Podiatry and Chiropody

One of the questions the OPMA and individual podiatrists are most frequently asked is "What is the difference between a podiatrist and a chiropodist?". We are the first to admit that there is justification for confusion given that both are regulated under the same College, but in fact there are important differences between podiatrists and chiropodists. The distinctions are important. Confusion between the two professions originates from the fact that the term or title generally applied to the profession specializing in foot care was originally "chiropody". Over the past 40 years, the professional title "podiatry" and the additional competencies associated with it spread and today are generally accepted in North America and in the majority of developed countries.

In Ontario, practitioners who were educated in the United States and had obtained a degree “Doctor of Surgical Chiropody” provided most of the specialized foot care services in Ontario from the beginning of the Second World War (when the supply of British trained chiropodists dried up) to the late 1970s. There were also a few UK trained chiropodists providing foot care. By the late 1960s all of the schools in the United States had changed their names to podiatry and the degree graduates were awarded was and continues to be a "Doctor of Podiatric Medicine (DPM)".

The problem was, however, that there weren't enough podiatrists to meet the growing demand for foot care services in Ontario.Accordingly, in 1980 the Ontario government adopted the UK foot care delivery model with subsequent changes to the applicable legislation.* The major elements of this decision were:

  • The introduction of chiropody, based on the UK chiropody education model, to be provided primarily in hospitals and in other health care institutions on a salaried basis**;
  • Continuation of podiatry and podiatrists to provide services, including surgical procedures, as before in their clinics, primarily on a fee-for-service basis under OHIP; and
  • Greater reliance on surgeons, particularly orthopedic surgeons, to provide surgical management of foot disorders.*** 

The major differences between podiatrists and chiropodists in Ontario today are:

Education: Podiatrists are required to have a "Doctor of Podiatric Medicine/DPM" degree, which is a post baccalaureate, four-year degree. The majority of chiropodists currently practising in Ontario hold a post-secondary diploma in chiropody, although many also have some university level schooling or a baccalaureate degree  in the sciences or in another field.

OHIP coverage: Podiatrists may bill OHIP for their services. Chiropodists may not.

Services: Podiatrists may "communicate a diagnosis" to their patients (or to their patients' representatives) and perform surgical procedures on the bones of the forefoot. Chiropodists may do neither.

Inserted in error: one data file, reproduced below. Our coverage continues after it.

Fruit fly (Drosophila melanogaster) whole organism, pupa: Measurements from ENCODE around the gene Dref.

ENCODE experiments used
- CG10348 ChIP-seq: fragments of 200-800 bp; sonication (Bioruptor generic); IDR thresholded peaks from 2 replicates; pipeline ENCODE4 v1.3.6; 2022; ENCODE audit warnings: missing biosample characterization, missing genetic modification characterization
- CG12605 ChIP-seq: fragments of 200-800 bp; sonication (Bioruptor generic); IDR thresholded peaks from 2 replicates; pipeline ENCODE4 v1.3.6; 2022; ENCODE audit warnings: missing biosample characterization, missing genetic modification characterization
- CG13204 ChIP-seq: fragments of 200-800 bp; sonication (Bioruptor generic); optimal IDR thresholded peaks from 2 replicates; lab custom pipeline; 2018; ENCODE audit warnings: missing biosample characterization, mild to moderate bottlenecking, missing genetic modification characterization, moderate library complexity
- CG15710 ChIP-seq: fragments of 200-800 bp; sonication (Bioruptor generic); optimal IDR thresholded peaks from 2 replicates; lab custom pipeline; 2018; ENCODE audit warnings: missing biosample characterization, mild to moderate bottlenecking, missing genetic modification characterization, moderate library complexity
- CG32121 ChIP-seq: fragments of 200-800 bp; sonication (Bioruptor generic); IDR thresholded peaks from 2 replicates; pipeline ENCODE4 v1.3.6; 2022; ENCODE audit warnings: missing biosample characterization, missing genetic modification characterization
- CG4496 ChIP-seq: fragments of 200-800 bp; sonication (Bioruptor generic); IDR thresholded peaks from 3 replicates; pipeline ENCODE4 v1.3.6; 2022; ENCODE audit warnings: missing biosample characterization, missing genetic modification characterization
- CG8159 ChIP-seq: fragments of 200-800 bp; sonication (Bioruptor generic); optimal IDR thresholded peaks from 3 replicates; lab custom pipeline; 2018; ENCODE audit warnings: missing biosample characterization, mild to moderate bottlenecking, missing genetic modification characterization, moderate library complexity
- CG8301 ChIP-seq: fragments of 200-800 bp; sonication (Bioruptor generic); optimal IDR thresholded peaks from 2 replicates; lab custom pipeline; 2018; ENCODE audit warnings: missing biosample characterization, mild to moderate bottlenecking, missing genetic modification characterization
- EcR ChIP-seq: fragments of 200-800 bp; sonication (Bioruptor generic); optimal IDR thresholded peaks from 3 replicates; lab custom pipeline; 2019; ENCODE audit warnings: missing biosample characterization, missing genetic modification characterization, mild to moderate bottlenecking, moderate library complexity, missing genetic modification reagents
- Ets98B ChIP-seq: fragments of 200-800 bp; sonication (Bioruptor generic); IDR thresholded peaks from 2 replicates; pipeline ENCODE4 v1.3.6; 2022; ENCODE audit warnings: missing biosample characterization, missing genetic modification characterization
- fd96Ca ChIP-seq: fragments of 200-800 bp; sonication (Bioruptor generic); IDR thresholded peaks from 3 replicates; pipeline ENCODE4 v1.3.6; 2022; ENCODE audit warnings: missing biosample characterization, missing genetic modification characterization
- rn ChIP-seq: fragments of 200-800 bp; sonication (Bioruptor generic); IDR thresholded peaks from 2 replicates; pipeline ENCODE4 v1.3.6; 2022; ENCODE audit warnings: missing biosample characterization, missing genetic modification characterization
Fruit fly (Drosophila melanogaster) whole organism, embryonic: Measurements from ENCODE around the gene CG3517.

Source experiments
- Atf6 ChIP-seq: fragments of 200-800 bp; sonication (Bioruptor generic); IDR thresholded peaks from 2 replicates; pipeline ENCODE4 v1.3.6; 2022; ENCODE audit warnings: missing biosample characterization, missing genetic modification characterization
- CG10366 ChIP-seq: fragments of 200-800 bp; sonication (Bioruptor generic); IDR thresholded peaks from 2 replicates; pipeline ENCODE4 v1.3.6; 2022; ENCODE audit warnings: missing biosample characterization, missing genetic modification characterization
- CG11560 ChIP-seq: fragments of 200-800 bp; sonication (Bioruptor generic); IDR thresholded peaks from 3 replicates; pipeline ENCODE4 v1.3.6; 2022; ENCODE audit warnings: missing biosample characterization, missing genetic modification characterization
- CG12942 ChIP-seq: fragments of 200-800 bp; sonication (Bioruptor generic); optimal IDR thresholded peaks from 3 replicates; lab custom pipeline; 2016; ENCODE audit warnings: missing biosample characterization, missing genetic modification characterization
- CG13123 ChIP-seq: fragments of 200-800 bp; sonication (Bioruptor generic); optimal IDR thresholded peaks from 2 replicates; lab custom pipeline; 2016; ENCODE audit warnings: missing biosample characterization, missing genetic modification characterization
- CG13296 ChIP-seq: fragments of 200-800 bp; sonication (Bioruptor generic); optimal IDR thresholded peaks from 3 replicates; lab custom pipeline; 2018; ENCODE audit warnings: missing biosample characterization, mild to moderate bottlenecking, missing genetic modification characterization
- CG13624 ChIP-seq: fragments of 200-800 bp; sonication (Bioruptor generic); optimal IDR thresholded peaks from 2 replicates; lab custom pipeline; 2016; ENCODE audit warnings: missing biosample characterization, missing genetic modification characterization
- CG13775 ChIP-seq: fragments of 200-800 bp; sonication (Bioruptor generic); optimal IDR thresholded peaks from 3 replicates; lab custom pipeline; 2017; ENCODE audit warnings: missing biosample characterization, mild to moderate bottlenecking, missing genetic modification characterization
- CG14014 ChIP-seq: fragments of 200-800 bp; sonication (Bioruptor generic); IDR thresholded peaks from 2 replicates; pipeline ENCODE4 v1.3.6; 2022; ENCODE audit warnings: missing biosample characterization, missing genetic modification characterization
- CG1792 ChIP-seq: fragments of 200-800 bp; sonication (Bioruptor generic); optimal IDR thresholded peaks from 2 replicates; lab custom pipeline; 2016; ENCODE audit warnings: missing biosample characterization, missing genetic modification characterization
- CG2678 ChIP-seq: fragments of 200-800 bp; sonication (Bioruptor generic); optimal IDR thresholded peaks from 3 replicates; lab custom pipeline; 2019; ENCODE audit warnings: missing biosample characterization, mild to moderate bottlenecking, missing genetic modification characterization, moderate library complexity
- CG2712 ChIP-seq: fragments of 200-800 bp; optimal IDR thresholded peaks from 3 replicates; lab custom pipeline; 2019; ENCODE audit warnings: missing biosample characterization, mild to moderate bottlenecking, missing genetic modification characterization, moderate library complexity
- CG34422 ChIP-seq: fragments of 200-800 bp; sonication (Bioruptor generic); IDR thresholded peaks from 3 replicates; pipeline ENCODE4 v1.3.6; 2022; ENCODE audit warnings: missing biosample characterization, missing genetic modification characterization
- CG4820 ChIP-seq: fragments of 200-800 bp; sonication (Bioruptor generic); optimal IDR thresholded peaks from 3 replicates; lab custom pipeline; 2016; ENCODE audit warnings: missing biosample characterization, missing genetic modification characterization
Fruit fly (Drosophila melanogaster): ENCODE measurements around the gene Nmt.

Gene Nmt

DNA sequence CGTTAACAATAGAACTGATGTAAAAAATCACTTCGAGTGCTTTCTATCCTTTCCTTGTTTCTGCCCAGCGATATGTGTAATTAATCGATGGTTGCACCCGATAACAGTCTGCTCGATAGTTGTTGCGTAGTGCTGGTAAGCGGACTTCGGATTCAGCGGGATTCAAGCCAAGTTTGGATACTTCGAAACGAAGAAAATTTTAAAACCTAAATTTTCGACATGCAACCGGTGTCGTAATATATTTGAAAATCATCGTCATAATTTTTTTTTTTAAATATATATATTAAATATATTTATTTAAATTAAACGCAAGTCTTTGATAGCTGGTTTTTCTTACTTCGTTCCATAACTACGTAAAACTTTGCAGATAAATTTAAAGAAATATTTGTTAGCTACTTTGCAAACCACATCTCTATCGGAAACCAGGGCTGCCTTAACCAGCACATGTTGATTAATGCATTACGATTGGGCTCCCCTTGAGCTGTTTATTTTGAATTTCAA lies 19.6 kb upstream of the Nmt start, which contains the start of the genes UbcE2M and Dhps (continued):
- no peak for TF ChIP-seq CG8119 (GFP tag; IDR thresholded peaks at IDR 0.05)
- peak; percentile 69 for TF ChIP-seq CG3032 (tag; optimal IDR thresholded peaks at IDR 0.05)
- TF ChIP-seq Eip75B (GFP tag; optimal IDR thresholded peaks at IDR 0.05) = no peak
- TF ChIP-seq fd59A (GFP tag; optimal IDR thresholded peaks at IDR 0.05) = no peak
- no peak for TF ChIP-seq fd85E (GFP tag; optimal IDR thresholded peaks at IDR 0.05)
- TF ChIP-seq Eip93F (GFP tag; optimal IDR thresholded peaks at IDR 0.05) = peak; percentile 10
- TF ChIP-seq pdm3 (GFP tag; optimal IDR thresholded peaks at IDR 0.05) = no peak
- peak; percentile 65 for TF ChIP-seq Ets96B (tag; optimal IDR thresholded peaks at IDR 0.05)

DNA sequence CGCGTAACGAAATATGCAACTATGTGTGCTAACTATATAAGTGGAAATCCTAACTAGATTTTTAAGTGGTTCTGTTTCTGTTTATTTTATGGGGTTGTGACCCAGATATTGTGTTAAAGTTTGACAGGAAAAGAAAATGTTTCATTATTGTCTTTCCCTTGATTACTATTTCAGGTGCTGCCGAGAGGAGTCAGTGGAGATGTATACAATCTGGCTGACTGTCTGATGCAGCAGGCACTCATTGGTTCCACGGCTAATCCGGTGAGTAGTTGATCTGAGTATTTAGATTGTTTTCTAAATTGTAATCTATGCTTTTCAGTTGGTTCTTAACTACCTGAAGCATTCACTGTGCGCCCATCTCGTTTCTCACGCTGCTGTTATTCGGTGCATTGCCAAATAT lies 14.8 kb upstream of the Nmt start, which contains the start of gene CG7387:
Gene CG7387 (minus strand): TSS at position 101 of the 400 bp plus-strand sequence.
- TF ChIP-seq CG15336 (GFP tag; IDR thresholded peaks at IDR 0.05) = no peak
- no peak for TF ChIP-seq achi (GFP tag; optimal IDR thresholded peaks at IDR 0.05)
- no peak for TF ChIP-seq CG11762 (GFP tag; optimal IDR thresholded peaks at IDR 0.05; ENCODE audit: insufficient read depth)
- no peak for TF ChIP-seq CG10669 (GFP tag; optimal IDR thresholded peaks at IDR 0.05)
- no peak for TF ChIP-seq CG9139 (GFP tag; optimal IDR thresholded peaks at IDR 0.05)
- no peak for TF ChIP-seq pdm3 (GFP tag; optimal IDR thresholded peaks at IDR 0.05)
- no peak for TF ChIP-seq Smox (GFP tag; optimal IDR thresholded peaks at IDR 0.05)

Since July, 1993 no new podiatrists have been registered to practise in Ontario in order to promote the development of the chiropody profession.**** However, the gap between the demand for foot care services and the supply of regulated foot care professionals continues to grow. Chiropodists have been unable, on their own, to satisfy the demand and there is a growing shortage of orthopedic surgeons, especially those specializing in the foot. Nurses and other regulated and unregulated health care professions have moved into the vacuum by offering a range of foot care services for relatively minor ailments.

The College of Chiropodists of Ontario made a request to the Minister of Health and Long-Term Care in January 2006 for the Minister to ask the Health Professions Regulatory Advisory Council (HPRAC) to examine whether a reversion to the podiatry model would not better respond to the demand for foot care services in Ontario than the current chiropody model.  By letter dated June 28, 2007, the Minister asked HPRAC to “Review issues relating to the regulation of chiropody and podiatry and provide advice as to whether and how there should be changes to existing legislation regarding these related professions.  Include in your review an analysis of the current model of foot care in Ontario, issues regarding restricted titles, and whether the existing limitations on the podiatrist class of members should continue".[1]

HPRAC's review got underway in January, 2014 and is expected to be completed by March 31, 2015.


Notes: See Bill 167 The Chiropody Amendment Act, 1980, or the following: *Timbrell, Dennis. “Chiropody Amendment Act” Edited Hansard. Ontario. Legislative Assembly. 31st Assembly, 04 November, 1980. Legislative Assembly of Ontario. **Timbrell, Dennis. “Foot-Care Services” Edited Hansard. Ontario. Legislative Assembly. 31st Assembly, 13 March, 1980. Legislative Assembly of Ontario. ***“Foot-Care Services”. 13 March, 1980. Legislative Assembly of Ontario. ****Chiropody Act, 1994.

[1] HPRAC. "Chiropody/Podiatry". HPRAC, 2014. http://www.hprac.org/en/projects/Chiropody_Podiatry.asp



About the OPMA

The OPMA is a voluntary professional association established to protect and advance the interests of our members and of the podiatry profession in Ontario. The principal objective of the OPMA is to have Ontario adopt a full scope podiatry model so that podiatrists may practise to their full competencies to the benefit of our patients and Ontario's healthcare delivery system.


Contact Us

60 Columbia Way L3R 0C9, Markham, ON  Suite: 280

Toll Free: 1-866-424-6762  Fax: 905-946-1517 

Phone:  905-475-3098

Email: contact@opma.ca 

Copyright © 2014 by Ontario Podiatric Medical Association. 

All Rights Reserved OPMA Website Disclaimer

Powered by Wild Apricot Membership Software